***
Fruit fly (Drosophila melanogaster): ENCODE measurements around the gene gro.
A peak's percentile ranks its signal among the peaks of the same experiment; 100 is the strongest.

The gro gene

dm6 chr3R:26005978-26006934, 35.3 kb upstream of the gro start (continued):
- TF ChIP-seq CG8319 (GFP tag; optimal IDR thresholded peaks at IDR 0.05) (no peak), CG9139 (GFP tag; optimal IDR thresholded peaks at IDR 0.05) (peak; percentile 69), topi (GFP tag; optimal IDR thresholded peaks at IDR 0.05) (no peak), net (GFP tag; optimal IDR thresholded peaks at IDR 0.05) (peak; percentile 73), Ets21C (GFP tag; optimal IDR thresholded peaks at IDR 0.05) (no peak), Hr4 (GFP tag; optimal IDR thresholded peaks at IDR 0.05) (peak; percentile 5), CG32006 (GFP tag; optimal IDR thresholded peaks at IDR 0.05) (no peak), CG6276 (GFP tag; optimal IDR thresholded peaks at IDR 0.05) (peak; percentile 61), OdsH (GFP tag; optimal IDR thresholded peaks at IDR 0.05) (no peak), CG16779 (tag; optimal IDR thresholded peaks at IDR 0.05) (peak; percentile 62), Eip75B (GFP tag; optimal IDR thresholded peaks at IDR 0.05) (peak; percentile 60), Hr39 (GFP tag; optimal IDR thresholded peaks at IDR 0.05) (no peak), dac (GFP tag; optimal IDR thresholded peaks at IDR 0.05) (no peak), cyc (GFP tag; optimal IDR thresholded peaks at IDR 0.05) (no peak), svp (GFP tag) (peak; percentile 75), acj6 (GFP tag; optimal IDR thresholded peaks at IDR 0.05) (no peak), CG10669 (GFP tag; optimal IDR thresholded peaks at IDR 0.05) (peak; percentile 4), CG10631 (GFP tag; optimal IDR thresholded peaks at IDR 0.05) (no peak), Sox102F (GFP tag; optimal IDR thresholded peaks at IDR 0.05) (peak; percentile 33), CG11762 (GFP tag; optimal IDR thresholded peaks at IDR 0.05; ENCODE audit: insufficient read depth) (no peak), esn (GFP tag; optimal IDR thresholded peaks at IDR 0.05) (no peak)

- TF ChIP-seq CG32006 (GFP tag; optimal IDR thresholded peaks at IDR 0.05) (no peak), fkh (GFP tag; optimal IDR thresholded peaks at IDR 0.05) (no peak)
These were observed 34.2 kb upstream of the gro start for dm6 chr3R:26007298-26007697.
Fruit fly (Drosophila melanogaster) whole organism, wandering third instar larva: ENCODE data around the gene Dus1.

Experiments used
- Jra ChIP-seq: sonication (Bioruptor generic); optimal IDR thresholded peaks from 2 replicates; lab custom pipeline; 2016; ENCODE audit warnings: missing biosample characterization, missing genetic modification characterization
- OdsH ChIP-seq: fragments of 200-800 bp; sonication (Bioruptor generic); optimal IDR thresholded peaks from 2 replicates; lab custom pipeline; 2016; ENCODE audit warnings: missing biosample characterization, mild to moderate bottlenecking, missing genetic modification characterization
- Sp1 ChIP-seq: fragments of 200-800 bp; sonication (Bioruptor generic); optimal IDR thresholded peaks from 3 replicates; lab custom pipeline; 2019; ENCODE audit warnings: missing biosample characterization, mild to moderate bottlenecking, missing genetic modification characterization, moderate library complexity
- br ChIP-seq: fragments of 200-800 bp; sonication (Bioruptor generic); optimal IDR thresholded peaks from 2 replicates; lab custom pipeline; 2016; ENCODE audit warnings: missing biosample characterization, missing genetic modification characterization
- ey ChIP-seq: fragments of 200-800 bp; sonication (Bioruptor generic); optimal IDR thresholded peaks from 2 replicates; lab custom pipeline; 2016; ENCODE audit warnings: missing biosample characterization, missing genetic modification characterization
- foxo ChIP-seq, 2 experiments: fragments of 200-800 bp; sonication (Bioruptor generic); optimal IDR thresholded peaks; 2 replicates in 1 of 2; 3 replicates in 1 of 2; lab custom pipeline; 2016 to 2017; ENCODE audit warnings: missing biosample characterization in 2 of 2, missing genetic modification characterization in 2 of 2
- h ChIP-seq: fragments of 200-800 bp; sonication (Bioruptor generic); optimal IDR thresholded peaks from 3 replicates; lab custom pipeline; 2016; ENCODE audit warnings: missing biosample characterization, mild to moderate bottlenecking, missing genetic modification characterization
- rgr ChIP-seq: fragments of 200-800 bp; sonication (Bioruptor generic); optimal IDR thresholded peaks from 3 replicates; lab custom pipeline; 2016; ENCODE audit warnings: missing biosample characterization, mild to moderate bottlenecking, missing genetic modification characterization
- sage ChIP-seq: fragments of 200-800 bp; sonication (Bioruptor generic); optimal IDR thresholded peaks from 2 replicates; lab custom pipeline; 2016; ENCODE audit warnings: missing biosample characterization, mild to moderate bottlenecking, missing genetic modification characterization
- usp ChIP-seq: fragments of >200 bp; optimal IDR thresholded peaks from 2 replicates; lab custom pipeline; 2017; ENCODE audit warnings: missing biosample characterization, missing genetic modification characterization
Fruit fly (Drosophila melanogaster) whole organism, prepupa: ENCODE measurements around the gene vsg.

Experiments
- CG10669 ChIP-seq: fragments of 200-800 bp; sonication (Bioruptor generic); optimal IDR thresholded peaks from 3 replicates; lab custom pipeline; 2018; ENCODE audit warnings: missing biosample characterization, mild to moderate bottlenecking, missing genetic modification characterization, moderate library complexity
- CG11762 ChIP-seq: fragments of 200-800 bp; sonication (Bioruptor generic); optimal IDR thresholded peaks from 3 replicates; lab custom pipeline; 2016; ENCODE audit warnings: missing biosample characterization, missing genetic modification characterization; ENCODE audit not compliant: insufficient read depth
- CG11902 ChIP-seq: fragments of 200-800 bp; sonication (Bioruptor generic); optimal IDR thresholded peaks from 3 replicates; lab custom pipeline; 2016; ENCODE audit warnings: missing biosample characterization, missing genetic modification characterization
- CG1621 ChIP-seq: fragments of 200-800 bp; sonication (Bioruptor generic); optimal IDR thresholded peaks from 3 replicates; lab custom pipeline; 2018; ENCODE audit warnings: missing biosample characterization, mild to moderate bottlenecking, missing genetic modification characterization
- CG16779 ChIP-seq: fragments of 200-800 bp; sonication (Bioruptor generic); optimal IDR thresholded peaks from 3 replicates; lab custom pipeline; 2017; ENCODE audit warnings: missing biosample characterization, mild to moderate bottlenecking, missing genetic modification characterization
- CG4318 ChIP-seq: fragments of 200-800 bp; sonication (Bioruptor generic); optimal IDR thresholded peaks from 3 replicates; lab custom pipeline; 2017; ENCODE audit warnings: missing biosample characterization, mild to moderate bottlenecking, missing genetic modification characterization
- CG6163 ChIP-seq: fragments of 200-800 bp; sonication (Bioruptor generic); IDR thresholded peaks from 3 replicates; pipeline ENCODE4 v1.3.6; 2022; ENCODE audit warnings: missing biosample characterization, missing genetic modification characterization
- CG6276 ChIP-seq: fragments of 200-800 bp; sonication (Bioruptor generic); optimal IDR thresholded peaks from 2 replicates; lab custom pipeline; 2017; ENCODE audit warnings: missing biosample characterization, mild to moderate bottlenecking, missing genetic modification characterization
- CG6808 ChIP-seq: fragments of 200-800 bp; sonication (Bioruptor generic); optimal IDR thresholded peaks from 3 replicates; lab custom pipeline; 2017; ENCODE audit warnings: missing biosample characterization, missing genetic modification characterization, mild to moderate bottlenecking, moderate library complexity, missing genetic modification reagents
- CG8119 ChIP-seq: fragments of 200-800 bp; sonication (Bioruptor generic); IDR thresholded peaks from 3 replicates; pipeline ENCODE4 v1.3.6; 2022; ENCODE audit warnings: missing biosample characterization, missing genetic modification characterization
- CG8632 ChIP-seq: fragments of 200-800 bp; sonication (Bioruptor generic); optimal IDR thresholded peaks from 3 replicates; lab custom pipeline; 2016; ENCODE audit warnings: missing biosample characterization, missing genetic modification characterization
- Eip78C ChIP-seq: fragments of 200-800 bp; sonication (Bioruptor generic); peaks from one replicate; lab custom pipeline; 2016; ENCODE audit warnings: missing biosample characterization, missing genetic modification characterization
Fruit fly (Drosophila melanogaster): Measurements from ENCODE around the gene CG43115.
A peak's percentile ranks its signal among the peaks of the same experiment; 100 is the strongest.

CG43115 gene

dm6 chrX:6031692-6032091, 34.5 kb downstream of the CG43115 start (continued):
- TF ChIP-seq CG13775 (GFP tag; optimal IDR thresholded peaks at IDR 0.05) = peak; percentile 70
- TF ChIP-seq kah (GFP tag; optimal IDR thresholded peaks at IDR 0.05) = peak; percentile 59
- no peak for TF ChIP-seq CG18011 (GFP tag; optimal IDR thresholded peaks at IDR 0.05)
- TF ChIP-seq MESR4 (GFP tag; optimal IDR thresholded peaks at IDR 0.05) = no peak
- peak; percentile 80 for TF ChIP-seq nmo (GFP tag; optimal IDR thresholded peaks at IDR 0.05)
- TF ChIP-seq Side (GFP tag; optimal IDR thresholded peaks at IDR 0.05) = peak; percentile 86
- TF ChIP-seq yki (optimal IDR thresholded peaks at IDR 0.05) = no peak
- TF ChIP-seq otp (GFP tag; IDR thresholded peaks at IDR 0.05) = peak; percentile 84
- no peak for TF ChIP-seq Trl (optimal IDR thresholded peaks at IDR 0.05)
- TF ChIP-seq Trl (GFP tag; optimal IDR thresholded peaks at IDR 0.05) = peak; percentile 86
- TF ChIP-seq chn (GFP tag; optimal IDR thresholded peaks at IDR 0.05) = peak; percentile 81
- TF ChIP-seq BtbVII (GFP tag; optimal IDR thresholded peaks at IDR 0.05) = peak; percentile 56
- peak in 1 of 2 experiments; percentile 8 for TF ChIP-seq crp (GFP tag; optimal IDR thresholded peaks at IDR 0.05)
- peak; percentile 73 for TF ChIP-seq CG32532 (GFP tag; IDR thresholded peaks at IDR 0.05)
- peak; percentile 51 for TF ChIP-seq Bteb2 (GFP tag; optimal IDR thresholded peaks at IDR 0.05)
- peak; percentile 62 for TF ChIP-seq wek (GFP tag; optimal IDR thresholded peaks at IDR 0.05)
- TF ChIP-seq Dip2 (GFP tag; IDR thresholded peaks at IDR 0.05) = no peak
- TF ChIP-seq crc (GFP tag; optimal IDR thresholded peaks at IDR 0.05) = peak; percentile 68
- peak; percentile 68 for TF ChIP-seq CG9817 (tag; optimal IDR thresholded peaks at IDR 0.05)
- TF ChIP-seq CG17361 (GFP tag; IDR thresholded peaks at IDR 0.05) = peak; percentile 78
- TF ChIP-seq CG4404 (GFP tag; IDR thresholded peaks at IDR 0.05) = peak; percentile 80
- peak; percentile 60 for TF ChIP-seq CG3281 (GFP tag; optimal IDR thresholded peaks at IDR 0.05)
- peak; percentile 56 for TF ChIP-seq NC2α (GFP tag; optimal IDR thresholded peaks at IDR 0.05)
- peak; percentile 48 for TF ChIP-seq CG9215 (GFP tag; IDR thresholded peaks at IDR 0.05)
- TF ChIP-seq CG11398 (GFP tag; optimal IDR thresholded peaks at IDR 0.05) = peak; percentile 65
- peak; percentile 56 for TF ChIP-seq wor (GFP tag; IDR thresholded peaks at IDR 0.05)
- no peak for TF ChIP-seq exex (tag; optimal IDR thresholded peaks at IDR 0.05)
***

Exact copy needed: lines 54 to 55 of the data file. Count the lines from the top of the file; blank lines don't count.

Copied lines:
- TF ChIP-seq Dip2 (GFP tag; IDR thresholded peaks at IDR 0.05) = no peak
- TF ChIP-seq crc (GFP tag; optimal IDR thresholded peaks at IDR 0.05) = peak; percentile 68